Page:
One has to ask, however, why any individual would choose to go to such apparently extraordinary lengths in order to commit a single murder. It appears nonsensical and wholly unnecessary. In addition, these two hypotheses feature a number of shared issues which have yet to be explained. The first, which underpins the entire case, is of course the question of motive. As far as I am aware I do not have any enemies, certainly not to a degree which might warrant a death sentence. Admittedly, having worked as a journalist for some years, it would be bordering on the impossible for me to have avoided the incitement of a certain amount of bad feeling from those my work has touched. Merely reporting the truth can be sufficient to offend a criminal who may be the reluctant subject of that truth. At present, however, no specific motive has been identified.
Secondly there is the issue of Marlin's failure to kill me, or even to attempt such an act, on Friday, 17th October 2003. This is particularly anomalous if one subscribes to the view that I was his sole intended victim. To have worked so conscientiously to draw me into such a position, and to have succeeded in his aim, only to fall so lamely at the final hurdle, seems a missed opportunity of spectacular proportions. My only explanation is to propose that Marlin may have been a killer with a highly specific modus operandi. He may have depended on a precise method of killing, perhaps replacing violence with the element of surprise, or even employing drugs to incapacitate his victims. Having found himself face to face with me that night, unable to carry out his usual procedure, it is possible that he felt compelled to abandon his plan of action, and, unwilling to resort to the risky use of violence, chose instead to flee. This is of course mere speculation, however, and ultimately we may never know the true nature of Marlin's intentions that night.
The final hypothesis, needless to say, is that the entire case was simply a well-planned and successfully executed hoax. Admittedly this theory appears to leave the fewest unanswered questions. It explains the lack of a motive, the absence of hard evidence, and of course Marlin's ultimate failure to do me any real harm. It also provides the explanation for his otherwise inexplicable decision to warn me of his intentions via the hidden message in notes one and four. The overwhelming arrogance of a successful serial killer could, in theory, account for such a move, yet a more likely explanation would surely be that the letters were merely part of a self-amusing game for the perpetrator.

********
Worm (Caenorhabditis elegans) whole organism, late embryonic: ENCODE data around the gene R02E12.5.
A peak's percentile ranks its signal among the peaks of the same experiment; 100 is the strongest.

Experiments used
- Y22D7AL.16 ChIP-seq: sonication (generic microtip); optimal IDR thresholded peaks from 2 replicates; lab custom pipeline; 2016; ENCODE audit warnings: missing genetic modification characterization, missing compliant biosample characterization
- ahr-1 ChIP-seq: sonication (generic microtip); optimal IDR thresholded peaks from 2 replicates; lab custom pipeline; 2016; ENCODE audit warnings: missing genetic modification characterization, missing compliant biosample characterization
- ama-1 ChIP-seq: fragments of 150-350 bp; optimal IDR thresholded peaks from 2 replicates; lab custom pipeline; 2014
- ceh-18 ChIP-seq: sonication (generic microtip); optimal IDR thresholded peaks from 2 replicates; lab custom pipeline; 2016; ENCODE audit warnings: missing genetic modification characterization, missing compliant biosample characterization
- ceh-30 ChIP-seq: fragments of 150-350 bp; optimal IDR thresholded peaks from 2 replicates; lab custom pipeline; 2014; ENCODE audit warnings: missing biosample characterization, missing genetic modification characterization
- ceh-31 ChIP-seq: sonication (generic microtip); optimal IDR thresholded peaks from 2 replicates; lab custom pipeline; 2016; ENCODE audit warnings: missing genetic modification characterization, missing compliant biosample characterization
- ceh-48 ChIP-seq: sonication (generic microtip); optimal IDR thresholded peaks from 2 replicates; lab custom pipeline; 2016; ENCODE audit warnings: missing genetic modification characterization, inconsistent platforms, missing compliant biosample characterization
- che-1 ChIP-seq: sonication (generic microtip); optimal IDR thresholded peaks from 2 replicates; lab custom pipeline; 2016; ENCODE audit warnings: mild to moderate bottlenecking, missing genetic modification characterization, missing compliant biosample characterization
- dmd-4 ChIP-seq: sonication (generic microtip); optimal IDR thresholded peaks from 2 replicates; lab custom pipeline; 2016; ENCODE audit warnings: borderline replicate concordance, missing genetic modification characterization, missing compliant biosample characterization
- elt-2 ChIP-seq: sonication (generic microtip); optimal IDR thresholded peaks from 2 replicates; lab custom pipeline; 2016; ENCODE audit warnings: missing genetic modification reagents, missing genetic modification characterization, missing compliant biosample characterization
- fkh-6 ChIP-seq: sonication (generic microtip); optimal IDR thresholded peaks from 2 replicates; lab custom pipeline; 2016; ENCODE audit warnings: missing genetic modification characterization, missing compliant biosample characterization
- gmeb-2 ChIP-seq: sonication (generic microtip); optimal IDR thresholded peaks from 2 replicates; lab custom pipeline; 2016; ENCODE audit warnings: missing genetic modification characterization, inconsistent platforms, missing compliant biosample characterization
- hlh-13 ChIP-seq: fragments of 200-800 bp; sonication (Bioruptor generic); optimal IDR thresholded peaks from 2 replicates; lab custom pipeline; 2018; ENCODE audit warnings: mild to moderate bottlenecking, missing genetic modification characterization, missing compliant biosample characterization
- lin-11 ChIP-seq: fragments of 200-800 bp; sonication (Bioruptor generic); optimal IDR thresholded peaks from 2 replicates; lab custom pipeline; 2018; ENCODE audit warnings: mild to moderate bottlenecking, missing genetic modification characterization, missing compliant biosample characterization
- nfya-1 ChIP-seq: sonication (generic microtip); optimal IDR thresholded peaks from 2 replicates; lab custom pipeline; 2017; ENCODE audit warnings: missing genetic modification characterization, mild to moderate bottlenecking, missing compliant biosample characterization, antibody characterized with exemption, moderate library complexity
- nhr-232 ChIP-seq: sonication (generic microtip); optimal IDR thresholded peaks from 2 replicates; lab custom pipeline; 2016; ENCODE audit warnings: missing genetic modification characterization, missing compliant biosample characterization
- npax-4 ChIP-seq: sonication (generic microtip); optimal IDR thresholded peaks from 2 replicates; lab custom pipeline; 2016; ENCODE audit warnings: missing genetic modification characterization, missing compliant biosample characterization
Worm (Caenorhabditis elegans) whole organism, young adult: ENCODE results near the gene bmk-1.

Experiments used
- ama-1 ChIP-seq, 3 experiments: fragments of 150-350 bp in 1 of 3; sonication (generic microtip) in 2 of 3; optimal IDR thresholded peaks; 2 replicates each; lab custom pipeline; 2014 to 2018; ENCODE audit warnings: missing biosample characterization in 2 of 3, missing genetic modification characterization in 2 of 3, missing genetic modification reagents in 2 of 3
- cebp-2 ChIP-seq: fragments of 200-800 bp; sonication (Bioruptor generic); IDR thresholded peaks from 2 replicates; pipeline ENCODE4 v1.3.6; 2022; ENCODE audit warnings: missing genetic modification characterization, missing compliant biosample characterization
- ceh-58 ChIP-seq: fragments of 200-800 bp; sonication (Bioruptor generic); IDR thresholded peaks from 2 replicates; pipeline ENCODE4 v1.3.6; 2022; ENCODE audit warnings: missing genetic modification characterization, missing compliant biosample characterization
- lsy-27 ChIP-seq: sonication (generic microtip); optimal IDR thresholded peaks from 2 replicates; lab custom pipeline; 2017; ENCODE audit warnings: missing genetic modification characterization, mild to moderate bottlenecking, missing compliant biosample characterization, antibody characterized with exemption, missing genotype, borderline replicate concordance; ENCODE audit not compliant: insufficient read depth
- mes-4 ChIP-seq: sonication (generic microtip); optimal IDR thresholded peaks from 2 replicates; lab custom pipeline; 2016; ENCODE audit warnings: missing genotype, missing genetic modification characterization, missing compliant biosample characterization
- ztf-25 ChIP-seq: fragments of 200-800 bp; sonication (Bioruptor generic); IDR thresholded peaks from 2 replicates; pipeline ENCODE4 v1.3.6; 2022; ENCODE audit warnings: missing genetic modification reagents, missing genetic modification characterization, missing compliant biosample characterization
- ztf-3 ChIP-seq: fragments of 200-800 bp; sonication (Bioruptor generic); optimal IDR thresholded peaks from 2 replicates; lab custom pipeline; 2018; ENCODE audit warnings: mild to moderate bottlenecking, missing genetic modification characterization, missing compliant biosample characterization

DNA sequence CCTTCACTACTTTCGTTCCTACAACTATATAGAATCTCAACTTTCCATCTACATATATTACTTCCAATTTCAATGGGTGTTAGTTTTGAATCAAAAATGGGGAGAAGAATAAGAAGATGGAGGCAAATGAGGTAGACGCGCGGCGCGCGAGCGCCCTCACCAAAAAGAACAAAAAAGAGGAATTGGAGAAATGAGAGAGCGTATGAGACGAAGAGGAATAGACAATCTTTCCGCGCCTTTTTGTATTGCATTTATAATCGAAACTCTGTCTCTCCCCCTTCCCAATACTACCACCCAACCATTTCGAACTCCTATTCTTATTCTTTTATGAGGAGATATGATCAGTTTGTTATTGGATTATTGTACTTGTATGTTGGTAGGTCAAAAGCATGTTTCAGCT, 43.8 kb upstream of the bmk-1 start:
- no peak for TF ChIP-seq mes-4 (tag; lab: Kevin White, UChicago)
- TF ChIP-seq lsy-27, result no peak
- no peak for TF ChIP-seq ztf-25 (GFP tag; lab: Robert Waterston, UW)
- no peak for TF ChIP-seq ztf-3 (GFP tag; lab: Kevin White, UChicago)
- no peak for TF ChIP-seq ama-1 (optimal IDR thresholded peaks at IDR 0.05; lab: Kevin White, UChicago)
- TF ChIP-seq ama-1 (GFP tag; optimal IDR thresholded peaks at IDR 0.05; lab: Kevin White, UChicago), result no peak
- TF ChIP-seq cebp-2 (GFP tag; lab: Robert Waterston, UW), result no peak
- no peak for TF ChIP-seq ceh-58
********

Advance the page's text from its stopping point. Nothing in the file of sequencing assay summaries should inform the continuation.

All but the first hypothesis, however, ignore the issue of Vic's body, and much therefore hinges on whether or not one accepts Vic's death as a reality. I can do no more than to refer visitors to my previous statements on this matter. Ultimately it is for each individual to decide.
Whatever the inherent truth of this case, the Peter Marlin story remains one which cannot be ignored. Whether a crime of untold magnitude, an elaborate and manipulative hoax, or a combination of the two, those responsible remain unknown and at large. Under such circumstances, we are each charged with the same sobering responsibility: to consider the facts, draw our own conclusions, and respond accordingly. I ask no more than this.